Trees, Shrubs and Roses
- It is a perfect time to plant roses, both bush roses and climbers of all kinds
- Planting of deciduous trees and shrubs and bare-root plants is now underway and trees planted a this time of year setle in well before spring.
- It is also a good time to move deciduous trees or shrubs that need more room, or are simply in the wrong place, rather than have to cut them back.
- Put off planting evergreens, except those in pots, until spring. There is nothing to gain from having evergreens buffeted by the wind over the next three months.
- It is never too late to plant up spring bedding in the open ground or in containers for a touch of winter and spring colour.
- Tulips can be planted later than daffodils or other bulbs, but any bulbs not planted should be put in the ground, even though it is late, as they will not survive a full year out of the soil.
- Perennial flowers can be planted now, unless the ground is sodden, and division of existing plants can also be carried out.
- The last of the fallen leaves should be removed if not already done by running the lawn mower over the grass.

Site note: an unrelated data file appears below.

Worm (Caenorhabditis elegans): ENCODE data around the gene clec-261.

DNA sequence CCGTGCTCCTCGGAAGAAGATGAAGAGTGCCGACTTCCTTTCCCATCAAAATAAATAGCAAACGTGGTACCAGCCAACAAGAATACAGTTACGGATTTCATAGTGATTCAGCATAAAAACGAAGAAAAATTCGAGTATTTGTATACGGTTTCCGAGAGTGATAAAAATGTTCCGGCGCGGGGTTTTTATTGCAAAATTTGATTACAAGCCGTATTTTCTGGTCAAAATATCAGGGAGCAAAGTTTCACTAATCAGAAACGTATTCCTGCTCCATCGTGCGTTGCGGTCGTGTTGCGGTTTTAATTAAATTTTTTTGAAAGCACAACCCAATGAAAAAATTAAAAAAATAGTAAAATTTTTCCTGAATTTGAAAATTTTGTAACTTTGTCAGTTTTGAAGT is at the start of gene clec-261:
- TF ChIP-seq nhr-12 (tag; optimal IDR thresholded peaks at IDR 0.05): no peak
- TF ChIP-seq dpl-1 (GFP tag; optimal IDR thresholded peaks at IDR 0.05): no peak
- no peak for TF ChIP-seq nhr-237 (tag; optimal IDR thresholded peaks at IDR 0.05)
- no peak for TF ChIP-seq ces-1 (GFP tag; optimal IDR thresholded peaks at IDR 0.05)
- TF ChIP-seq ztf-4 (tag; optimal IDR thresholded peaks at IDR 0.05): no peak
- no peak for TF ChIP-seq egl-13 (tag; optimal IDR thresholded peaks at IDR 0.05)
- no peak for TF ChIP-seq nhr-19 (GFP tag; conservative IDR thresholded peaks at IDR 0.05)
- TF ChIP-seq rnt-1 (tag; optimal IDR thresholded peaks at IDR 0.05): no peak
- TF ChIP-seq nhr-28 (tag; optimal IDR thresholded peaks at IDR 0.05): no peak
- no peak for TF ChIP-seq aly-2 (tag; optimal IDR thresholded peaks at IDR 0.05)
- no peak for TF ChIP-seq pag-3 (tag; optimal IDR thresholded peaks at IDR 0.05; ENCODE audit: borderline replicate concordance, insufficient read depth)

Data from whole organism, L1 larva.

- If the ground is soggy, it would be best to just rake off the leaves.
- Grass growth can be active in winter warm spells and mowing should continue as long as possible.
- Lawn mosskiller, such as sulphate of iron, should be applied if there is a lot of moss.
Fruit, Vegetables and Herbs
- Herbs such as mint, tarragon and horse radish can be lifted and divided at this time, using the most vigorous bits for re-planting.
- Fruit trees and bushes can be planted now, using freshly lifted stock that takes root much better.
- Continue to tidy the vegetable garden and make sure to knock back weeds, not letting them to grow on over winter.
Greenhouse and House Plants
- At this time of year, hard frost is imminent in most parts of the country, if it has not already arrived, and it is time now to set up a greenhouse frost protection heater to protect tender plants, such as geraniums or fuchsias.
- Water very little to reduce the risk of grey mould disease. Remove all debris and dead plants and ventilate occasionally.
- A grapevine can be planted in a greenhouse … don’t worry about planting inside or out as it will have rooted out in the outdoors within a couple of years.